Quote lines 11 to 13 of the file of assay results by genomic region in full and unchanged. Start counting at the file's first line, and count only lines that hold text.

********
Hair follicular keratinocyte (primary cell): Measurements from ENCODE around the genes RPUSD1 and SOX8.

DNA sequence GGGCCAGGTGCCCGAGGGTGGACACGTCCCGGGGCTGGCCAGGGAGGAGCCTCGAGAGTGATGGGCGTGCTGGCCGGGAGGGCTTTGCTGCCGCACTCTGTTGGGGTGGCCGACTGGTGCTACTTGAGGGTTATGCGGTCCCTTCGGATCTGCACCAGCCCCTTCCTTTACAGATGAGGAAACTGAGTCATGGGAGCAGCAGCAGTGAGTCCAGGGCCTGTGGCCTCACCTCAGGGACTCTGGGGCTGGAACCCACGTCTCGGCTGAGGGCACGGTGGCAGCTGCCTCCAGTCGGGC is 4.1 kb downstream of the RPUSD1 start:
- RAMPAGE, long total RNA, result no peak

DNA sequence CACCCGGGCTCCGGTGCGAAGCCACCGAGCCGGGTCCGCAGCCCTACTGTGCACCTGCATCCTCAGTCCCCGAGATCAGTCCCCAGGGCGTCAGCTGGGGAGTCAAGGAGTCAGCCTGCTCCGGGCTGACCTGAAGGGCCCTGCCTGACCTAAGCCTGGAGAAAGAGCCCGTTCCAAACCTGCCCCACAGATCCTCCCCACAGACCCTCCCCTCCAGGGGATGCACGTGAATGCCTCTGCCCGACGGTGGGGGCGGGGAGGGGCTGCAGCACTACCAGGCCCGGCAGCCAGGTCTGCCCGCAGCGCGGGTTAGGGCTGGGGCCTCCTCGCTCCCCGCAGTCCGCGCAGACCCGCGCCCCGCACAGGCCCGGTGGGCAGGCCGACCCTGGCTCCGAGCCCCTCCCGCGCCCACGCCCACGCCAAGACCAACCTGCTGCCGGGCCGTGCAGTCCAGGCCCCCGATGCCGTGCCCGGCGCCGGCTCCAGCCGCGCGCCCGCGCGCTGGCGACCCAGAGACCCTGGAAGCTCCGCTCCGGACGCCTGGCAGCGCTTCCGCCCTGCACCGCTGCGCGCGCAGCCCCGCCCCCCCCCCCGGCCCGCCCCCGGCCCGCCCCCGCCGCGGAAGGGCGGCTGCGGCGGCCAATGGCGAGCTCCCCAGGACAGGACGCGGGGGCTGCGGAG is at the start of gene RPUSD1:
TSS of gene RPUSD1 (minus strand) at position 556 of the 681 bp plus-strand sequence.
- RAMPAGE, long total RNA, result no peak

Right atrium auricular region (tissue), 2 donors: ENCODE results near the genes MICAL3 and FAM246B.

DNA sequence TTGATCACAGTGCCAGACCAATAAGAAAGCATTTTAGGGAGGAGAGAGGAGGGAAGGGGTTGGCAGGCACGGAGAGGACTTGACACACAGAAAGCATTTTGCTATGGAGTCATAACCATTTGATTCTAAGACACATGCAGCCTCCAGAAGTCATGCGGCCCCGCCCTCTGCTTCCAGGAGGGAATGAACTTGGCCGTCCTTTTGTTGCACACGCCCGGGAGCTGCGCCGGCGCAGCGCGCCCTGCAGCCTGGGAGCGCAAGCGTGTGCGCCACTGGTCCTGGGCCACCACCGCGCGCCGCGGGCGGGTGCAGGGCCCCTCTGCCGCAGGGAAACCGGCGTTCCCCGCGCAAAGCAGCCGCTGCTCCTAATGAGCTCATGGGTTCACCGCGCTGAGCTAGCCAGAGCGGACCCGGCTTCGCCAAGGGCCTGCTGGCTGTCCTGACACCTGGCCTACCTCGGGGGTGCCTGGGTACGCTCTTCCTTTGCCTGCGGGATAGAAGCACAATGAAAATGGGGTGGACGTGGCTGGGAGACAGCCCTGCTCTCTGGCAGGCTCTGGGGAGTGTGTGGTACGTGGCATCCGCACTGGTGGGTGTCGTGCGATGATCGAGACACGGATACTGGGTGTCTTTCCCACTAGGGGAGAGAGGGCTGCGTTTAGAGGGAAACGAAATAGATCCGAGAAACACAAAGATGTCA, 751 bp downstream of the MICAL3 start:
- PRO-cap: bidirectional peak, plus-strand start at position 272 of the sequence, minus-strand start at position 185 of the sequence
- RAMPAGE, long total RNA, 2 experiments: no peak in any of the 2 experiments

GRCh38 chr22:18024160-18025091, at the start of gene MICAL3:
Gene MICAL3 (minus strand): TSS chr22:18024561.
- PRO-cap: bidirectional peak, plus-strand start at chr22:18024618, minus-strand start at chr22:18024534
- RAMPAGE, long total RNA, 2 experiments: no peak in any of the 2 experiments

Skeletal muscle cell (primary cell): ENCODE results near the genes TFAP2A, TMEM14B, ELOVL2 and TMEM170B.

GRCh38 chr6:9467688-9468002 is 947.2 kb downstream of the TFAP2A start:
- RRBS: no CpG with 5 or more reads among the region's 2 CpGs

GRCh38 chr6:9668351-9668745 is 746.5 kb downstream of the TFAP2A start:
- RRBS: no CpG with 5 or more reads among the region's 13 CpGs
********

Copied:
GRCh38 chr22:18024160-18025091, at the start of gene MICAL3:
Gene MICAL3 (minus strand): TSS chr22:18024561.
- PRO-cap: bidirectional peak, plus-strand start at chr22:18024618, minus-strand start at chr22:18024534